# Chapter 25: All-Pairs Shortest-Paths

## Presentation on theme: "Chapter 25: All-Pairs Shortest-Paths"— Presentation transcript:

Chapter 25: All-Pairs Shortest-Paths

Some Algorithms When no negative edges
Using Dijkstra’s algorithm: O(V3) Using Binary heap implementation: O(VE lg V) Using Fibonacci heap: O(VE + V2log V) When no negative cycles Floyd-Warshall [1962]: O(V3) time When negative cycles Using Bellman-Ford algorithm: O(V2 E) = O(V4 ) Johnson [1977]: O(VE + V2log V) time based on a clever combination of Bellman-Ford and Dijkstra

Notations G = (V, E) with w: E -> R Input form: matrix W= (wij )
wij =0 if i = j , wij = the weight of the directed edge if i≠j and (i, j) є E, Otherwise wij = ∞ Output: D = (dij), dij = δ(i,j) the shortest weight path from i to j

A dynamic programming approach
1. characterize the structure of an optimal solution, 2. recursively define the value of an optimal solution, 3. compute the value of an optimal solution in a bottom-up fashion.

The structure of an optimal solution
Consider a shortest path p from vertex i to vertex j, and suppose that p contains at most m edges. Assume that there are no negative-weight cycles. Hence m ≤ n-1 is finite.

The structure of an optimal solution
If i = j, then p has weight 0 and no edge. If i≠j, we decompose p into i ~ k -> j where p’ contains at most m-1 edges. Moreover, p’ is a shortest path from i to k and δ(i,j) = δ(i,k) + wkj

Recursive solution to the all-pairs shortest-path problem
Define: lij(m) = minimum weight of any path from i to j that contains at most m edges. 0 if i = j lij(0) = ∞ if i ≠ j Then lij(m) = min{ lij(m-1), min1≤k≤n {lik(m-1) + wkj}} = min1≤k≤n {lik(m-1) + wkj} (why?)

Recursive solution to the all-pairs shortest-path problem
Since shortest path from i to j contains at most n-1 edges, δ(i,j) = lij(n-1) = lij(n) = lij(n+1) = … Computing the shortest-path weight bottom up: Compute L(1) ,L(2) ,…., L(n-1) where L(m)=(lij (m)) Note that L(1) = W.

EXTENDED-SHORTEST-PATHS(L, W)
Given matrices L(m-1) and W return L(m) n <- L.row Let L’ = (l’ij) be a new n x n matrix for i = 1 to n for j = 1 to n l’ij = ∞ for k = 1 to n l’ij = min(l’ij, lik + wkj) return L’

Example: W = 1 4 5 2 3 -4 7 6 -5 8

Matrix Multiplication
Let l(m-1) -> a w > b l(m) -> c min -> + + -> ‧ time complexity : O(n3) Cij = k=1 to n aik‧bkj lij(m) = min1≤k≤n {lik(m-1) + wkj}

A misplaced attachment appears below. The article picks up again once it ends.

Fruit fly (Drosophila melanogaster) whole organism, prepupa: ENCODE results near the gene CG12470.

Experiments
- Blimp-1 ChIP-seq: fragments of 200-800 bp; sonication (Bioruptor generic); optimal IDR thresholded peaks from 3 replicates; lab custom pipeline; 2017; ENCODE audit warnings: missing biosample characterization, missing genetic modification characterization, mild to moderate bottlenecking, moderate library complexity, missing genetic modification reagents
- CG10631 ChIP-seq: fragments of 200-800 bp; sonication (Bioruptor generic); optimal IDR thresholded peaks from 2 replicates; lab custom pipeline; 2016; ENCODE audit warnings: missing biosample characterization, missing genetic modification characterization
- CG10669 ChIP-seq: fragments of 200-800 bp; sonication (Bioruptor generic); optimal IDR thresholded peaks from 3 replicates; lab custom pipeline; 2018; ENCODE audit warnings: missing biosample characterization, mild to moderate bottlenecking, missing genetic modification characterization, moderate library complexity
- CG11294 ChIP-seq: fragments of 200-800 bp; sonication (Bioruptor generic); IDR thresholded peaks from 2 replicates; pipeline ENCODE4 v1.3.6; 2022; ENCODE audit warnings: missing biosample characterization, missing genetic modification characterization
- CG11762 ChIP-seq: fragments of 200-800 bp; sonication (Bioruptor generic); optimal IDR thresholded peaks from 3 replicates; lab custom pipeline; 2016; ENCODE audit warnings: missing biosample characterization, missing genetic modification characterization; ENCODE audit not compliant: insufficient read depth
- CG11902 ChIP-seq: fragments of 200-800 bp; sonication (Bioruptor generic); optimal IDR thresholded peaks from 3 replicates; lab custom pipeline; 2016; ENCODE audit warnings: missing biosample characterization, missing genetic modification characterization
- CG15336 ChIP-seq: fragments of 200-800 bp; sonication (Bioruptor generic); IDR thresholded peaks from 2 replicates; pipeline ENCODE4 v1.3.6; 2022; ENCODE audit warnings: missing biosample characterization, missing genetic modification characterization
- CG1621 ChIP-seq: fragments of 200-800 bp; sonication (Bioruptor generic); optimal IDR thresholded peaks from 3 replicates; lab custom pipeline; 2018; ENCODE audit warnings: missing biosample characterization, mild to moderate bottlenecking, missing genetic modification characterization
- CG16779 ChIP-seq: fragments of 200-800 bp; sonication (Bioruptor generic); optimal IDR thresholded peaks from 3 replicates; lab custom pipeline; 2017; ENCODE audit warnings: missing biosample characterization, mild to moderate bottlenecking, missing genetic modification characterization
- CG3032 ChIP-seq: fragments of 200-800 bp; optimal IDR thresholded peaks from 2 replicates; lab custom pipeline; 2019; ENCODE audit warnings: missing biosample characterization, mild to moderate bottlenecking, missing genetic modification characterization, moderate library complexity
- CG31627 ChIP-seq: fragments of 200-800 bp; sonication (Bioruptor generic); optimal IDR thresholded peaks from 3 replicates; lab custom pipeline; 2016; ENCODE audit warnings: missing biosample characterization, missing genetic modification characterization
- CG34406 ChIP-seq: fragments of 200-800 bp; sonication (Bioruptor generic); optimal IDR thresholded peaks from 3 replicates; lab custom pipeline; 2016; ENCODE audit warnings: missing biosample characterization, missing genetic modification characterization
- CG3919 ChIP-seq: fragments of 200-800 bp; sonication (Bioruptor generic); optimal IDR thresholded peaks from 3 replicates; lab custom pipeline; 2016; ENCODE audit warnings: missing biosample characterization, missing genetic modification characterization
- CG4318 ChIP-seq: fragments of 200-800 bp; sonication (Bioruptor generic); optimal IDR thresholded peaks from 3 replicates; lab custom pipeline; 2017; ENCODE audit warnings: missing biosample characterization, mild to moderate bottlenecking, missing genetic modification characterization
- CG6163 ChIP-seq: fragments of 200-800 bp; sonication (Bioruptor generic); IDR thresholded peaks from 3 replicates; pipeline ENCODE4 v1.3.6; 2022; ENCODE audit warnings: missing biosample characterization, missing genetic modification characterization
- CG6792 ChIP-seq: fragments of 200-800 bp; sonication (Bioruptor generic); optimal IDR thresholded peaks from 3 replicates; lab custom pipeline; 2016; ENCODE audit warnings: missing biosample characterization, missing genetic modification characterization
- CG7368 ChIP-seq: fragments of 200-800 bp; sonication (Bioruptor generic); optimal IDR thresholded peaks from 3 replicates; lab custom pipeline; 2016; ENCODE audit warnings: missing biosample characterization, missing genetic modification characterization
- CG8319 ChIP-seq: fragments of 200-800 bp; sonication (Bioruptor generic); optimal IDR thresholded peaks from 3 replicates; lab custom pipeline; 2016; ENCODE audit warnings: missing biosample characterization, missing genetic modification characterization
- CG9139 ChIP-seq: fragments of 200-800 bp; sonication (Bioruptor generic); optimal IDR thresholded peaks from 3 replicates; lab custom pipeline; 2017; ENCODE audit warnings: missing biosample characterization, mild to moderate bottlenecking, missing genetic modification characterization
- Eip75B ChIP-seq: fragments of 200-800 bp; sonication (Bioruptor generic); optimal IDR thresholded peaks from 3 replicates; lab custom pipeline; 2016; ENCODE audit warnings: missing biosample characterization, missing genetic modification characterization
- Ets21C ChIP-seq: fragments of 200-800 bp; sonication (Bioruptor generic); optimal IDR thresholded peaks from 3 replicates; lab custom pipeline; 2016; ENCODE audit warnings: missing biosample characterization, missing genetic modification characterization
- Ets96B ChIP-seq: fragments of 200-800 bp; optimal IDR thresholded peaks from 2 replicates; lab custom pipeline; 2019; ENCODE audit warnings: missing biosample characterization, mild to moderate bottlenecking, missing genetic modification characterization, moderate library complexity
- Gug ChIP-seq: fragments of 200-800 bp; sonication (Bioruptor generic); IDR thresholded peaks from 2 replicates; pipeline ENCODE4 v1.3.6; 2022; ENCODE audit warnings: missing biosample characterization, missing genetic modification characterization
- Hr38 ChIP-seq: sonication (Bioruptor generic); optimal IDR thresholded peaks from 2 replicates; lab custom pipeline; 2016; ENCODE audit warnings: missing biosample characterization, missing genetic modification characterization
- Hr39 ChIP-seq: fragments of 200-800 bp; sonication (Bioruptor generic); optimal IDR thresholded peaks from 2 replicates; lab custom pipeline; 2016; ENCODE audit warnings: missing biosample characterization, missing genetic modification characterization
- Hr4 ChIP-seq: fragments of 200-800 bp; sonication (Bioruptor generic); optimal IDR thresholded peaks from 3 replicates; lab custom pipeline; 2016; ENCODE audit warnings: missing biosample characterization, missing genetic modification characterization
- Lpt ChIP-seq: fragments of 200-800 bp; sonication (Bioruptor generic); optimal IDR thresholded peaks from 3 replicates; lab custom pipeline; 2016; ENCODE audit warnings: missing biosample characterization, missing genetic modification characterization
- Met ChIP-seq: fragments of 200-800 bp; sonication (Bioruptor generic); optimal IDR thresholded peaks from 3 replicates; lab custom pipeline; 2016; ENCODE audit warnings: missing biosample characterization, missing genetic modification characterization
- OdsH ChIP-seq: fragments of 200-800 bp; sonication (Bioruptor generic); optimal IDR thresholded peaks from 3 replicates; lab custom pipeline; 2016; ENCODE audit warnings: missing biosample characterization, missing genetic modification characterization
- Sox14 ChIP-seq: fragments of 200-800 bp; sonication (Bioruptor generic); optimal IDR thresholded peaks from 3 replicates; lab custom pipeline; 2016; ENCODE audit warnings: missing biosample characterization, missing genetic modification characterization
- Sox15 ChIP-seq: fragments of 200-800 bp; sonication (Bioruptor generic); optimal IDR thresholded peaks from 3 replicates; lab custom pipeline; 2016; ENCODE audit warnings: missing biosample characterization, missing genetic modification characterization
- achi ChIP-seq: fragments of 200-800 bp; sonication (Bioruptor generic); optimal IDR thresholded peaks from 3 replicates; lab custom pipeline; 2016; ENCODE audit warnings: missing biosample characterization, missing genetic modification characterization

SLOW-ALL-PAIRS-SHORTEST-PATHS(W)
L(1) = L(0) ‧ W = W L(2) = L(1) ‧ W = W2 L(3) = L(2) ‧ W = W3 L(n-1) = L(n-2) ‧W = Wn-1

SLOW-ALL-PAIRS-SHORTEST-PATHS(W)
1 n = W.rows 2 L(1) = W for m = 2 to n-1 let L(m) be a new n x n matrix L(m) = EXTENDED-SHORTEST PATHS( L(m-1), W ) return L(n-1) Time complexity : O(n4)

Improving the running time
L(1) = W L(2) = W2 =W．W L(4) =W4 = W2．W2 . i.e., using repeating squaring! Time complexity: O(n3lg n)

FASTER-ALL-PAIRS-SHORTEST-PATHS
FASTER-ALL-PAIRS-SHORTEST-PATHS(W) 1. n =W.row 2. L(1) =W 3. m =1 4. while m < n-1 let L(2m) be a new n x n matrix L(2m) = Extend-Shorest-Path(L(m), L(m)) m = 2m 8. return L(m)

The Floyd-Warshall algorithm
A different dynamic programming formulation ‧The structure of a shortest path: Let V(G)={1,2,…,n}. For any pair of vertices i, j єV, consider all paths from i to j whose intermediate vertices are drawn from {1, 2,…,k}, and let p be a minimum weight path among them.

The structure of a shortest path
If k is not in p, then all intermediate vertices are in {1, 2,…,k-1}. If k is an intermediate vertex of p, then p can be decomposed into i ~ k ~ j where p1 is a shortest path from i to k with all the intermediate vertices in {1,2,…,k-1} and p2 is a shortest path from k to j with all the intermediate vertices in {1,2,…,k-1}.

A recursive solution to the all-pairs shortest path
Let dijk =the weight of a shortest path from vertex i to vertex j with all intermediate vertices in the set {1,2,…,k}. dij(k) = wij if k = 0 = min(dij(k-1), dik(k-1) + dkj(k-1)) if k ≥ 1 D(n) = (dij(n)) if the final solution!

FLOYD-WARSHALL(W) 1. n = W.rows 2. D(0)= W 3. for k = 1 to n 4. Let D(k) = (dij(k)) be a new n x n matrix 5. for i = 1 to n 6. for j = 1 to n 7. dij(k) = min (dij(k-1), dik(k-1) + dkj(k-1)) 8. return D(n) Complexity: O(n3)

Constructing a shortest path
πij(k) : is the predecessor of the vertex j on a shortest path from vertex i with all intermediate vertices in the set {1,2,…,k}. πij(0) = NIL if i=j or wij = ∞ = i if i ≠j and wij < ∞ πij(k) = πij(k-1) if dij(k-1) ≤ dik(k-1) + dkj(k-1) = πkj(k-1) if dij(k-1) > dik(k-1) + dkj(k-1)